50 Reggaebird : I am a very frequent business flyer who lives in Boston, which is not a major hub city. I have a good selection of airlines to choose from when I trav
51 Post contains images Jdaniel001 : Don't let this play into your traveling decisions please. Unless you pay for your tickets by cash or check. If you use a credit card and the carrier
52 Post contains images Bond007 : Sorry, bud, I have to disagree and you obviously have little idea of the differences in AA pricing rules vs WN. You cannot book Southwest flights via
53 Bond007 : Sorry, have to disagree again. Most of the guys with These "pretty little cards embossed with their names" are business people who rarely shop around
54 CTHEWORLD : Non-rev employees, on the reputable carriers, are required to wear "business clothing" in First Class, no jeans, no tennis shows, shirts must have co
55 727EMflyer : Remymartin11 reminds me of the guy(s) in this forum who like to cry about coach pax using the first class lav. Guess what, you are not holier than tho
56 Jdaniel001 : 727EMflyer...what? Sorry it went over my head.
57 Nrcnyc : I've never posted here before, but I could not resist from this one. You can not compare a low cost carrier to a legacy carrier. They have completely
58 CTHEWORLD : 727EMflyer....the only flaw in your logic is that the profit off of one super elite flyer is the same as 20 deeply discounted. Sell 1 ticket r/t SFO-L
59 727EMflyer : I'm just saying that these self important first class fare payers and elites don't seem to realize that when they are gone, the masses will still be b
60 Jdaniel001 : Nrcnyc...you could not be more correct. Those classes are paying off my friend. That is exactly right. Two seperate business models. I glad someone ca
61 727EMflyer : Two seperate business models, yes. And which one seems more successful? The one that eats chips.
62 BNANative : Some will but who is going to fill all those other seats? First class on the Titanic was really snazzy but most of the folks on board were in steerag
63 Ckfred : Trying to end FF programs is like the auto industry trying to end rebates. People now expect them, and the first airline to do it will be punished. I
64 AC787 : FF programs are profitable for the airlines... I don't understand where this notion of them being very bad came from. Looking at Air Canada as an exam
65 SATX : It doesn't take a "keen eye" to avoid paying full fare. That's like saying it takes a keen eye to fly from JFK to LAX instead of renting a limo. If y
66 Tango-Bravo : Inasmuch as I see a contradiction here, what is your point? "First class fare payers" definitely matter to an airline -- if they have them and can re
67 KarlB737 : The answer I thought of when I saw your question was just one. When we start drilling for oil in Alaska and we will because of what is happening now w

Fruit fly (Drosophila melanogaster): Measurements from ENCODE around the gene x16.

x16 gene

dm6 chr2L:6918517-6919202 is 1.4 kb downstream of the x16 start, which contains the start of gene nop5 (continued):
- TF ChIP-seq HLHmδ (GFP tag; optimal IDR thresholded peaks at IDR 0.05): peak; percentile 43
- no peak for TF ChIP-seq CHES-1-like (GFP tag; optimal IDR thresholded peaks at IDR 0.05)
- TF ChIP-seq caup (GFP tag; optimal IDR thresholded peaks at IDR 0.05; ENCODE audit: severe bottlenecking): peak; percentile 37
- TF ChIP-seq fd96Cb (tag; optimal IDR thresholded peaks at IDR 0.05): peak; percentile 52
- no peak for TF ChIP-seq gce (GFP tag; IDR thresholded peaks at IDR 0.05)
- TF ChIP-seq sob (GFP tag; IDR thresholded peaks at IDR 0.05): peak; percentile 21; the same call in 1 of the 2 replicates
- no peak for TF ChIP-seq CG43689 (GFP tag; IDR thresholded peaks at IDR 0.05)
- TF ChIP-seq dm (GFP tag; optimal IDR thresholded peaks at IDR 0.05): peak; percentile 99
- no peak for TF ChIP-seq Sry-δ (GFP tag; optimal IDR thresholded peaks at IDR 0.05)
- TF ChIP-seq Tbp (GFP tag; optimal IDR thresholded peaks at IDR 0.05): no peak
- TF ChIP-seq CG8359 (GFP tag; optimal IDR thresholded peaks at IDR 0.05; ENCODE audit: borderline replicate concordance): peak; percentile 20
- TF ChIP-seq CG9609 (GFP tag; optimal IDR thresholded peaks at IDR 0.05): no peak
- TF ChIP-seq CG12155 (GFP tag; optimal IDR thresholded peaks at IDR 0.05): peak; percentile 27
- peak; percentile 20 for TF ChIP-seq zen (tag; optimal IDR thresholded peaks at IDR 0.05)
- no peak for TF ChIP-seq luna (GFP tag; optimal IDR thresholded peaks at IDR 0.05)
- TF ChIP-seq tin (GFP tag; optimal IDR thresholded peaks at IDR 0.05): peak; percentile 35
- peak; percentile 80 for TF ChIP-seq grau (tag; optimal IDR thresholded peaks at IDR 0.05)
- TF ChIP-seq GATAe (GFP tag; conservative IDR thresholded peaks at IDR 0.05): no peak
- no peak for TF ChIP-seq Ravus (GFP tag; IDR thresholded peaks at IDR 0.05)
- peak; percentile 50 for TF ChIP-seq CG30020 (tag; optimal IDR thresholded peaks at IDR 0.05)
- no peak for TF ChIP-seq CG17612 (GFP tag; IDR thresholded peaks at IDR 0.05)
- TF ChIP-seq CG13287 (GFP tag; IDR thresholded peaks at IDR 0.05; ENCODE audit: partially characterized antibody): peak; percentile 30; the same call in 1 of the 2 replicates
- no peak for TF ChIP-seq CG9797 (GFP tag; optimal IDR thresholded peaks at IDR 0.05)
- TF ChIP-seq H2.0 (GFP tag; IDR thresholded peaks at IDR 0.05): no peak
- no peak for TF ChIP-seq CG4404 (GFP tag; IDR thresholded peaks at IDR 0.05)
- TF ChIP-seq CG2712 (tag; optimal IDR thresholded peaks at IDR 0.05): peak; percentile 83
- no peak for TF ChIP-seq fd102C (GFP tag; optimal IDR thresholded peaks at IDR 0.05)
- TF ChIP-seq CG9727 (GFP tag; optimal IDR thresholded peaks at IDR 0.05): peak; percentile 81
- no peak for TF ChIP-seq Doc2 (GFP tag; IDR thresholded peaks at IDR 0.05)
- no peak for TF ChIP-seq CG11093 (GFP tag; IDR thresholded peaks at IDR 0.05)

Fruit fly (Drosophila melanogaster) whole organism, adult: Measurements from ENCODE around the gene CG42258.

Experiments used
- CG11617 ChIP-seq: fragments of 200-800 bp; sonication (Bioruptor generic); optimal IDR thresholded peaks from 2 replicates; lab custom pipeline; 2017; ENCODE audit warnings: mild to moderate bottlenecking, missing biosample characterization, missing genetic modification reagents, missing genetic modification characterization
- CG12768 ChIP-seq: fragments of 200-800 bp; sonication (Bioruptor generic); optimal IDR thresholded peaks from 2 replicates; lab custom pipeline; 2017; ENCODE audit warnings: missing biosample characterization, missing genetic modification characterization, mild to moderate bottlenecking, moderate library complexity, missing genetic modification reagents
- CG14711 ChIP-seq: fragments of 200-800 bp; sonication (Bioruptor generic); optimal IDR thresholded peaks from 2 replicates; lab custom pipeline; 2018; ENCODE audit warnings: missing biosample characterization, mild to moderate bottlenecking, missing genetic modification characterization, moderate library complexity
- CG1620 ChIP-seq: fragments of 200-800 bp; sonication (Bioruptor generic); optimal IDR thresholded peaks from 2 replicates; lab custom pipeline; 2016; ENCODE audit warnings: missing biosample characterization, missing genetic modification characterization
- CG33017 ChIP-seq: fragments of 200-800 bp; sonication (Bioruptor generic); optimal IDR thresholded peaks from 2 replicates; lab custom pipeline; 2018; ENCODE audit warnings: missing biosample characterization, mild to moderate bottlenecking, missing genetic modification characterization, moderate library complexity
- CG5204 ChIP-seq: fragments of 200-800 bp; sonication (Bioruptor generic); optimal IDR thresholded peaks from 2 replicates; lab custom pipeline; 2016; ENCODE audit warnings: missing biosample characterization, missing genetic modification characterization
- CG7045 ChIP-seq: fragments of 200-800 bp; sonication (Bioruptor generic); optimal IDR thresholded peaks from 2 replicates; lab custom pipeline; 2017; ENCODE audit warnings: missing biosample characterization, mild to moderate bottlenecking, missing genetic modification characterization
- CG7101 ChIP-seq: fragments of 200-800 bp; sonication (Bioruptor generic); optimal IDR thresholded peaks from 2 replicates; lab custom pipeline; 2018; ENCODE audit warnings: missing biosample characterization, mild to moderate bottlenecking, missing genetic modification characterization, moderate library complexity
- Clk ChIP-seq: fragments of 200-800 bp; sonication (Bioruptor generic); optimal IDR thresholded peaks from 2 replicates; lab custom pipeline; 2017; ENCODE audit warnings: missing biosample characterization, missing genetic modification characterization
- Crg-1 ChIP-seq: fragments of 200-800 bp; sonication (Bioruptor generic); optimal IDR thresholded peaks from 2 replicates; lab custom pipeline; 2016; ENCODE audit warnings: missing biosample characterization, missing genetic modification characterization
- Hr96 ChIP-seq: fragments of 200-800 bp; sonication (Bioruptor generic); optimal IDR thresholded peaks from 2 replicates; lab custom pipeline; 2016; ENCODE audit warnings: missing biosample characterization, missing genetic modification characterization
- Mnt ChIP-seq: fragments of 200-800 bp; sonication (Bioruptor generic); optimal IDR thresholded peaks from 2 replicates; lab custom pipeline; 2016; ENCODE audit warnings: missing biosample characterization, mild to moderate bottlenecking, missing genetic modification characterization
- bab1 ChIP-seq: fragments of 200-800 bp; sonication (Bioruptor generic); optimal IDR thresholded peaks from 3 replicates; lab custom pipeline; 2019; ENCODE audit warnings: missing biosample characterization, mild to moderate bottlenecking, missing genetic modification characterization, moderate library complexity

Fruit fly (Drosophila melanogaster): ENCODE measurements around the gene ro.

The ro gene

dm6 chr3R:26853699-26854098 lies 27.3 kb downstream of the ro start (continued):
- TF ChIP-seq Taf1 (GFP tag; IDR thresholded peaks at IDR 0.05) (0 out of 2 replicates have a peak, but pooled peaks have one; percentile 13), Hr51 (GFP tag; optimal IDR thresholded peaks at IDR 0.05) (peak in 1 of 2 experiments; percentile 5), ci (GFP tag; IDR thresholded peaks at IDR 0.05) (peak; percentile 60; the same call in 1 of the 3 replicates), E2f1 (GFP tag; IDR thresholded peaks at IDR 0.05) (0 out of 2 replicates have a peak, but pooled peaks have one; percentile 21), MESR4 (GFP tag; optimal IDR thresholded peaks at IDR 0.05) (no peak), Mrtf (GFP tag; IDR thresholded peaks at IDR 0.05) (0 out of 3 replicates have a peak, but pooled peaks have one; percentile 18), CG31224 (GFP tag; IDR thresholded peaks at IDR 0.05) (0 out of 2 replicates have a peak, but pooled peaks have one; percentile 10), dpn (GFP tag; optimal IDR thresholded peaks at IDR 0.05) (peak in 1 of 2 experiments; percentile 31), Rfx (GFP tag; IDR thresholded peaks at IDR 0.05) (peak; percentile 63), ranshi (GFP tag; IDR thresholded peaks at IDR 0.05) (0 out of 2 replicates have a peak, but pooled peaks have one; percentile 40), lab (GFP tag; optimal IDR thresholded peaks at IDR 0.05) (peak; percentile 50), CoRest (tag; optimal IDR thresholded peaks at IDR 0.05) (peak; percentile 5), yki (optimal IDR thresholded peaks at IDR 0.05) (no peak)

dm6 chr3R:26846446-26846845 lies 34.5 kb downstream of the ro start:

68 EA CO AS : Sorry, have to disagree again. Most of the guys with These "pretty little cards embossed with their names" are business people who rarely shop around
69 Nrcnyc : Dear 727EMflyer, I could have been clearer about why the two models cant be compared and why UA or AA cann't simply switch all the way to a LCC model.
70 SATX : We have been drilling for and pumping oil in Alaska for decades. There's nothing new about that. The only new part is that a couple of good ol' boys
71 Avek00 : Exactly - why would airlines want to deprive themselves of the profit that FFPs generate?
72 Supa7E7 : Avek is right. FF PROGRAMS ARE PROFITABLE!!!!!! GET YOUR HEADS AROUND IT. FF COSTS = NEAR ZERO FF REVENUE = PEOPLE BOOK OUT OF LOYALTY MARGINAL PROFIT
73 Aa777flyer : I think that ending the FF programs would do just the opposite. The majors need loyal customers to keep comming back and build a consistant revenue ba
74 Bond007 : Well, we'll have to disagree, but I think you also mis-quoted me. I didn't say the FF's ever paid full fare....but I know that they don't NEED to sho
75 United Airline : IMPROVE THE SERVICE!!!!!!! Also the IFE
76 Avek00 : In addition to this, corporations BUY BILLIONS of FF miles every year as a loyalty incentive - an airline gets PAID everytime the likes of AmEx, Hilt
77 Post contains images EA CO AS : I can tell you this because I work for a company of 3,500 FFs... ...that's not rocket science - it's how most of the frequent business travellers work
78 Sllevin : FF programs are perhaps the best deal the airlines have going for themselves. Heck, both Delta and United have recently gotten hundreds of millions of